• Do loved ones sleep all day because of not getting restful sleep at night?
  • Is the primary daily activity for a parent sitting in a chair and watching television all day?
  • Does being physically active around the home or going out to get groceries result in a parent becoming out of breath?

Many family caregivers experience exhaustion. Caregivers tell me that they dream of being able to take a nap. Getting a good night’s sleep is vital for everyone involved in a caregiving relationship.

There are many reasons for feeling exhausted. Undiagnosed or poorly managed medical conditions, a lack of sleep for other reasons like restless leg syndrome, not getting proper exercise, or poor nutrition.

Many Conditions Contribute to Frailty for Older Adults

Aspects related to being frail contribute to safety risks for elderly parents who live alone. Frailty can lead to health events that need fast medical treatment.

If a parent isn’t proactive in seeing a doctor regularly to prevent health from worsening, mom or dad may hesitate to call 911—because of not realizing a severe condition. Then as the caregiver, you have a serious situation on your hands.

You may have to figure out how to find more time to care for parents, hire a caregiver agency, or consider moving parents to a care community. Unexpected health emergencies typically result in a need for time-sensitive decisions.

3 Low Energy

Low energy is different from being exhausted. Health conditions like heart disease, COPD, cancer, autoimmune diseases like lupus, multiple sclerosis, or anemia can cause low energy.

Low energy can be a sign of depression or anxiety and is sometimes a side effect of medications. Because elderly parents can take a lot of medicines, it is essential to monitor the impact of any type of change in medication.

4 Hand Grip Strength

The fourth contributor to frailty is handgrip strength. While this probably sounds like an odd measure of strength, weak hand strength can be a sign of overall physical weakness and loss of muscle mass.

Muscle mass and strength begin to decline beginning around age forty. A firm grip at an older age is an indicator of living longer.

In a research article by Joanna Dudzinska-Griszek and others published in Clinical Interventions in Aging, grip strength is influenced by multiple health factors. It is one of the top predictors of poor health outcomes, disability, and death in older patients who have chronic health conditions.

Other research by Diana Urbano and others confirms that handgrip strength may be an early indicator of the onset of frailty. In addition, a weak handgrip may be a warning sign that other conditions may be present, which can lead to elderly parents eventually requiring more care.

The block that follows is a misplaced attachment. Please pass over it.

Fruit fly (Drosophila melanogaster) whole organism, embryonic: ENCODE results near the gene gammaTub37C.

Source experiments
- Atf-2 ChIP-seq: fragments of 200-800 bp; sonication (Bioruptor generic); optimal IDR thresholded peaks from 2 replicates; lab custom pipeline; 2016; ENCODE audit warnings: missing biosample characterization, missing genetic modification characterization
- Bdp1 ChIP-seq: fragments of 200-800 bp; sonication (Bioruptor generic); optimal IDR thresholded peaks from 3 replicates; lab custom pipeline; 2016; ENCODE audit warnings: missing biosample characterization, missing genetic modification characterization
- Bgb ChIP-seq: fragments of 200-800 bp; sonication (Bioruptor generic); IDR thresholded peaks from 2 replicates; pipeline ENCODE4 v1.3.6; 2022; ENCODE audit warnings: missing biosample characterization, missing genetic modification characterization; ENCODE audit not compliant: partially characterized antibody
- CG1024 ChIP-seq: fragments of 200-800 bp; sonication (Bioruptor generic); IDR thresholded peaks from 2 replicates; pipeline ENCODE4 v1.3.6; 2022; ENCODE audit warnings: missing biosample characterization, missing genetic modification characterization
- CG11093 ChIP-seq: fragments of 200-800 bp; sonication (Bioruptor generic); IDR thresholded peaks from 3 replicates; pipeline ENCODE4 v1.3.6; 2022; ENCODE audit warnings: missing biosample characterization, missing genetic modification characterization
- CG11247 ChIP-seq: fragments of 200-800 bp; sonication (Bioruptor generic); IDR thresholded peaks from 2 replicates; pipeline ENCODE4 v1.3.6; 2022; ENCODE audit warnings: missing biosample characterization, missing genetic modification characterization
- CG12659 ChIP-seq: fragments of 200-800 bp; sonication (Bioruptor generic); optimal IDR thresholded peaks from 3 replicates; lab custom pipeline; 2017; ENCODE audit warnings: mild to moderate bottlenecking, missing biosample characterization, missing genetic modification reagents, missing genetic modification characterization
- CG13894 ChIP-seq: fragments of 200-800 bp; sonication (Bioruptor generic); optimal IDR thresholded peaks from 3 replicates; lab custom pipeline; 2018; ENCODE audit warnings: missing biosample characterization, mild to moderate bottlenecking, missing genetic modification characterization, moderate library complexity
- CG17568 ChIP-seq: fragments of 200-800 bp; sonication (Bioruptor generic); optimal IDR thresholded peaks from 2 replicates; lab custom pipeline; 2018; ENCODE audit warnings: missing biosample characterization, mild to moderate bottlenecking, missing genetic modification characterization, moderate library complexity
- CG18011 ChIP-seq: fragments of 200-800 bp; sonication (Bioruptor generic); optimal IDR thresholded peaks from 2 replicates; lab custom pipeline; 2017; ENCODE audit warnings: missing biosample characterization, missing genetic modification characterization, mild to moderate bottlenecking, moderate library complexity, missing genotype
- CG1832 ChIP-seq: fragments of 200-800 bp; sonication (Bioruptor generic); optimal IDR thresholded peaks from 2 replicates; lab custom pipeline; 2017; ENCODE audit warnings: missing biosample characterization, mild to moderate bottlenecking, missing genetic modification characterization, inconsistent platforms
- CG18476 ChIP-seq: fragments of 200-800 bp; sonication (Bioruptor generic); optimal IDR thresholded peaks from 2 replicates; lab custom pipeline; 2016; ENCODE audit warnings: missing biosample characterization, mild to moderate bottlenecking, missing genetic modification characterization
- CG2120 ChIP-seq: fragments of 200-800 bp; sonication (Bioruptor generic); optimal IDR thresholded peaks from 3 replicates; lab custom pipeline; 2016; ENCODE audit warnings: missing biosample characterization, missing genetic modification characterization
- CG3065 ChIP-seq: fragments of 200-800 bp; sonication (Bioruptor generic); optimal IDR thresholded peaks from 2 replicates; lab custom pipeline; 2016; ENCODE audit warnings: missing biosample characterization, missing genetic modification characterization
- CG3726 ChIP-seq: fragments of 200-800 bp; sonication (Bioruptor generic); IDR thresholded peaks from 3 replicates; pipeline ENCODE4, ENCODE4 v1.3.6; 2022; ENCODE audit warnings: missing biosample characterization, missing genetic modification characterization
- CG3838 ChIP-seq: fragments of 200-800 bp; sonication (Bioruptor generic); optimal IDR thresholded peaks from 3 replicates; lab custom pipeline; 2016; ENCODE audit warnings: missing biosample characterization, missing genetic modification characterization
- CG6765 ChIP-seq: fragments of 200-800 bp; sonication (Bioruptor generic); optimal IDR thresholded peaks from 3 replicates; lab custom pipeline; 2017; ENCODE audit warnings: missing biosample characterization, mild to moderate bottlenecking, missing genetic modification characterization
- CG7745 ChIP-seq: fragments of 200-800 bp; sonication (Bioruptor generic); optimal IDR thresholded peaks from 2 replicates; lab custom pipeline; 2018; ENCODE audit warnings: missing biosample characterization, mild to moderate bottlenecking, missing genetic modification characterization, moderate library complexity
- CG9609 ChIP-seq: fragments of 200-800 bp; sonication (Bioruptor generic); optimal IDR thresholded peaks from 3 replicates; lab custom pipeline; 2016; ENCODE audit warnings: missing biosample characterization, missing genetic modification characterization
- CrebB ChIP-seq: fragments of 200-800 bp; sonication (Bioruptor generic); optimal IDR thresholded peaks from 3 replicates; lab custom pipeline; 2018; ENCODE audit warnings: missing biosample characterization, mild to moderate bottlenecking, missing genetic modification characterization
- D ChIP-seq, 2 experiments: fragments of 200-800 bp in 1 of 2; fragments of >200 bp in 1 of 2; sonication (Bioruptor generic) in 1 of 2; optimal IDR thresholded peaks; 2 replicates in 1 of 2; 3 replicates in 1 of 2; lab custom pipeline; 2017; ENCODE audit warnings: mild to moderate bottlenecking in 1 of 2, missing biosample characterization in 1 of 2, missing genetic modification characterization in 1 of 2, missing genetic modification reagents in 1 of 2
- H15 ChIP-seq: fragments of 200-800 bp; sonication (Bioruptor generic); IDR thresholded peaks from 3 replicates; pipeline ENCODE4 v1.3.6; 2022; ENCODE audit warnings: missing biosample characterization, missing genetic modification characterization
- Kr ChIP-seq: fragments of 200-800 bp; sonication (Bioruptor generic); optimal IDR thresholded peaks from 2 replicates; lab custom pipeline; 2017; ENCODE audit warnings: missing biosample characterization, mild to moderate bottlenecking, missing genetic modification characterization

5 Slow Walking Speed

should elderly parents live aloneThe fifth frailty factor is low walking speed or gait issues.

Difficulty walking or poor balance can be a sign of dementia, Alzheimer’s, or Parkinson’s disease if there are no other physical reasons like fractures, arthritis, or other functional concerns.

Poor gait or uneven steps when walking can contribute to serious injuries resulting from a fall.

Can you or your parents:

  • Lift and carry ten pounds?
  • Walk up a flight of stairs without becoming out of breath?
  • Walk a block?
  • Stand from a chair without holding on to its arms?
  • Raise your arms high above your head?
  • Independently perform activities of daily living that include bathing or showering, going to the bathroom, preparing and eating a meal, and dressing.

Signs of frailty, a lack of medical care if a person has multiple health conditions, and the ability to manage independently at home are indicators of potential safety risks. Separate from this, persons with dementia, Alzheimer’s, or cognitive issues have a higher risk of living alone as the memory loss progresses.

Participate in Medical Care

Take an interest in your parent’s health and medical care if they will allow it. This participation can decrease worry about when should elderly parents stop living alone. Attend a medical appointment to learn about their health conditions and their medications.

If you notice parents having difficulty with any of these activities, make a medical appointment to discuss options for physical therapy. Ask the doctor to complete a frailty assessment. Aging parents who commit to daily exercise and strength training exercises can avoid bodily injury and live in their homes longer.

Other health concerns relating to when should elderly parents stop living alone include multiple hospitalizations and recurring infections. Frequent illness means that the body’s resilience is low and that the immune system is struggling.